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Mastering Hybrid Work

Strategies for Making it a Success

Best practices and success stories to help HR, IT departments, and workplace managers manage hybrid offices.

hybrid work strategies

Hybrid Work Models

Which hybrid model would suit your business and what do you need to know before introducing it?

Well-chosen hybrid work models can improve the functioning of the entire company. However, if the model is not suited to employees’ needs and the company’s requirements, it may have the opposite effect.  

Due to a change in how we work, there has been much discussion about hybrid work models. Are the hybrid work models good or not? How to select a proper hybrid work model? Should we apply the same hybrid work model to all employees the same? These are just some of the questions modern companies have been asking themselves recently.  

By blending the benefits of remote work with the advantages of a physical office location, hybrid work has emerged as a potential solution to balance the needs of both employers and employees.

I mean, just look at what the data tells us: “55% of employees want to work at least three days a week remotely” .

So, in this article, we’ll explore the different models of hybrid work, and how organizations can effectively implement and manage this type of work arrangement.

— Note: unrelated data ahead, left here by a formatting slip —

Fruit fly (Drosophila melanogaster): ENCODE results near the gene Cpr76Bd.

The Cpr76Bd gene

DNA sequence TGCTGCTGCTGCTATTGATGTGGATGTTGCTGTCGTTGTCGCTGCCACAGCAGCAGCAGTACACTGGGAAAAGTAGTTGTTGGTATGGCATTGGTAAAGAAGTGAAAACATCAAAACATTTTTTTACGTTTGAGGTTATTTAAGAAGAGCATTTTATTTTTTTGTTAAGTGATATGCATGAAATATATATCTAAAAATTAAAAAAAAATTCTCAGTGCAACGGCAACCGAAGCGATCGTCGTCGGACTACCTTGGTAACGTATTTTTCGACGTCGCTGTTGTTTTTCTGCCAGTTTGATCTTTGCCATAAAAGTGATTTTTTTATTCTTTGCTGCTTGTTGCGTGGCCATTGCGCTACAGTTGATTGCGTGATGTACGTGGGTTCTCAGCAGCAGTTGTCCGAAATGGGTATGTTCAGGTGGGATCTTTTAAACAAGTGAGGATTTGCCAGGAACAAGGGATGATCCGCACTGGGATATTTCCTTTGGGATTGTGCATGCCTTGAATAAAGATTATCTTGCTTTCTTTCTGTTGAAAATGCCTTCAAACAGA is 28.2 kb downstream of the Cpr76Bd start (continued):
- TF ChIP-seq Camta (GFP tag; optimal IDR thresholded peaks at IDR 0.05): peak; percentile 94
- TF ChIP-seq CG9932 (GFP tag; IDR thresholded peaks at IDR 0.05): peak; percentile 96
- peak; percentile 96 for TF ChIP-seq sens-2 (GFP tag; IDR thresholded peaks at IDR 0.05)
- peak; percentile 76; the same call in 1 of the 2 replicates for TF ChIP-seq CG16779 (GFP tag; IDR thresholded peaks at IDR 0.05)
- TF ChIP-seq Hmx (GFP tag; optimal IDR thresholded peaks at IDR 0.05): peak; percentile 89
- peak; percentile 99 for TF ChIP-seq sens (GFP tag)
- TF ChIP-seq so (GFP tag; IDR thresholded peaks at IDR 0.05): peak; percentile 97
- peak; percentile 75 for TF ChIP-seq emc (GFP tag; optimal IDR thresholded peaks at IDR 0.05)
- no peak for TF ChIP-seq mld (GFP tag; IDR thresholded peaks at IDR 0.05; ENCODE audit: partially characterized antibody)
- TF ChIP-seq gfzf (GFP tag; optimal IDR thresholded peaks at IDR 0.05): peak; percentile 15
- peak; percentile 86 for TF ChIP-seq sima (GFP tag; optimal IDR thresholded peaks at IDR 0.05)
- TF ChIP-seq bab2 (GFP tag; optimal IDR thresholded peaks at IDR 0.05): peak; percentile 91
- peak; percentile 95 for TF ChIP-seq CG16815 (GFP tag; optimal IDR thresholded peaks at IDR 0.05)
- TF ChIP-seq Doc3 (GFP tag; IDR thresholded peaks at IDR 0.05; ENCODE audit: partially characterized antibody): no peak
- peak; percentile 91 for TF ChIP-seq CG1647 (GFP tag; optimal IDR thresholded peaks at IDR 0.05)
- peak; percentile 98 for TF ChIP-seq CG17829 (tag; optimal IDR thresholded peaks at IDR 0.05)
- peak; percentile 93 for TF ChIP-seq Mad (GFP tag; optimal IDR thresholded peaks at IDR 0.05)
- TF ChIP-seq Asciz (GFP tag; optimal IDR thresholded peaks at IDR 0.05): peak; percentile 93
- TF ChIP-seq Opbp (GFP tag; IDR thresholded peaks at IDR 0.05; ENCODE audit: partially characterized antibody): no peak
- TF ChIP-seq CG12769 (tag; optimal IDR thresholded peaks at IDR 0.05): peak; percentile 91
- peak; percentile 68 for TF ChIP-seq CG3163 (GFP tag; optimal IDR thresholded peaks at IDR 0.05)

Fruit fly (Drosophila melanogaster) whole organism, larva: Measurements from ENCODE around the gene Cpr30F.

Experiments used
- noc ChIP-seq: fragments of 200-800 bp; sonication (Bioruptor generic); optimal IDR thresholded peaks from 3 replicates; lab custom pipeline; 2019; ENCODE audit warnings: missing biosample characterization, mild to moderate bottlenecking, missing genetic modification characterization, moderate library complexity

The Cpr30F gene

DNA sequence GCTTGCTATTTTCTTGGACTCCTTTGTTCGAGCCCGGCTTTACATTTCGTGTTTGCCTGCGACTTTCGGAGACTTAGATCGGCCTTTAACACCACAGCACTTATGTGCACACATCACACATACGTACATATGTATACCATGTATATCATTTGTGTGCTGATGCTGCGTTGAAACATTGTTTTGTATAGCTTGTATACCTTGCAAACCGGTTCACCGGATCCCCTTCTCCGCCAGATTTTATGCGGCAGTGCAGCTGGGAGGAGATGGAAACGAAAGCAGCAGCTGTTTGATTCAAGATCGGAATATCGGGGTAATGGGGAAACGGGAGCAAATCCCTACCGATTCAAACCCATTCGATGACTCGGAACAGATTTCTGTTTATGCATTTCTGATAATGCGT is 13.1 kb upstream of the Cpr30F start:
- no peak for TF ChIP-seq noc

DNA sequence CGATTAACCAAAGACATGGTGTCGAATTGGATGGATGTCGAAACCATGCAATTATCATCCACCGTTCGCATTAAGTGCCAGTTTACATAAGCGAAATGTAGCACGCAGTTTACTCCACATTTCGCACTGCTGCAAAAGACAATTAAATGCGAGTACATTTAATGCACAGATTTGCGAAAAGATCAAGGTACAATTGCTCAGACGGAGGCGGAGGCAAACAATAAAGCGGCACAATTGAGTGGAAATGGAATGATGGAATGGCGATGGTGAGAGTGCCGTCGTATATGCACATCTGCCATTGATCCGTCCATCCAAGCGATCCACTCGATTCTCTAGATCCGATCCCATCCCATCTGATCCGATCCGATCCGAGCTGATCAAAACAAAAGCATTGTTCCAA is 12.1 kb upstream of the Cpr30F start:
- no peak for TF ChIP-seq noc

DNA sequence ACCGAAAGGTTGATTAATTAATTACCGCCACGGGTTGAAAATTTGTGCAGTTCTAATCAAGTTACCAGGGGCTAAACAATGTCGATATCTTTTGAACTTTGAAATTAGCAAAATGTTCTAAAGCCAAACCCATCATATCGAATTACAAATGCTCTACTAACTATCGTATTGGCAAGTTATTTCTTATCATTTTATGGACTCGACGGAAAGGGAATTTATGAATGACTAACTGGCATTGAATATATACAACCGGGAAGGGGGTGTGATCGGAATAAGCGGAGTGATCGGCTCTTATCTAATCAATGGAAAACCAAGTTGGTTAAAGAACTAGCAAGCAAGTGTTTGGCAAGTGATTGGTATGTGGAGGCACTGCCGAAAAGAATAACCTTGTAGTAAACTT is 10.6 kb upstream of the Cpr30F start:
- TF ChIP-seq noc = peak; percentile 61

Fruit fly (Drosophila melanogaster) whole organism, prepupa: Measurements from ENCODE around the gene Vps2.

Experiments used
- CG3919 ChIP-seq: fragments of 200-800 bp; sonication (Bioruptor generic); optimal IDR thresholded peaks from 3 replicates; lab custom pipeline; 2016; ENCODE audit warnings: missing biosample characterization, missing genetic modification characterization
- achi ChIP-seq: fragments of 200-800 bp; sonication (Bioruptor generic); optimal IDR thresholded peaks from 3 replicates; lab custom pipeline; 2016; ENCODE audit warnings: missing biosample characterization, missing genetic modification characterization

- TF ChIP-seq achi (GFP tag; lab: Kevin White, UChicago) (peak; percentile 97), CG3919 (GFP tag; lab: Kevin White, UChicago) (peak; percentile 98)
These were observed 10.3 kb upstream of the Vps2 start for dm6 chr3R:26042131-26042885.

hybrid work models

There are several popular hybrid work models that organizations have adopted. Here are the 5 most popular: 

  • Office-first hybrid work model 
  • Remote-first hybrid work model 
  • Partly remote hybrid work model 
  • Flex hybrid work model 
  • Work from anywhere hybrid work model 

The specific model that an organization chooses will depend on various factors, including the nature of the work, the preferences of employees, and the goals of the organization. One important factor that influences the decision making related to hybrid work is: legislation. This can vary from country to country. The COVID pandemic kinda forced some countries to modify labor laws to be more permissive when it comes to telework/remote work. But work is still in progress.

Now, let’s take each model and analyze it a bit.  

  1. Office first hybrid work model 

Hybrid work has already become an everyday reality for us. Some people love it, and some still need to be convinced about its advantages. Many companies, still determining the idea or possible effects of hybrid work, have decided to explore the office’s first hybrid work model. This basic model allows for a smooth introduction of the more flexible work style that employees crave. 

In the office’s first hybrid work model,  people primarily work from the office. The office is their command base, where they divide most tasks and organize work. They can work remotely a few days a week or a month. It all depends on the company’s arrangements. 

Some companies require the presence of employees on-site on given days, and others let teams decide the schedules. People like to impact when they come to the office and need real reasons to follow a specific schedule. 

  1. Remote first hybrid work model

Work-from-home (WFH) fans have genuinely liked the remote-first hybrid work model. It contains all the benefits of remote work and a crucial socialization element, especially important for the younger generations.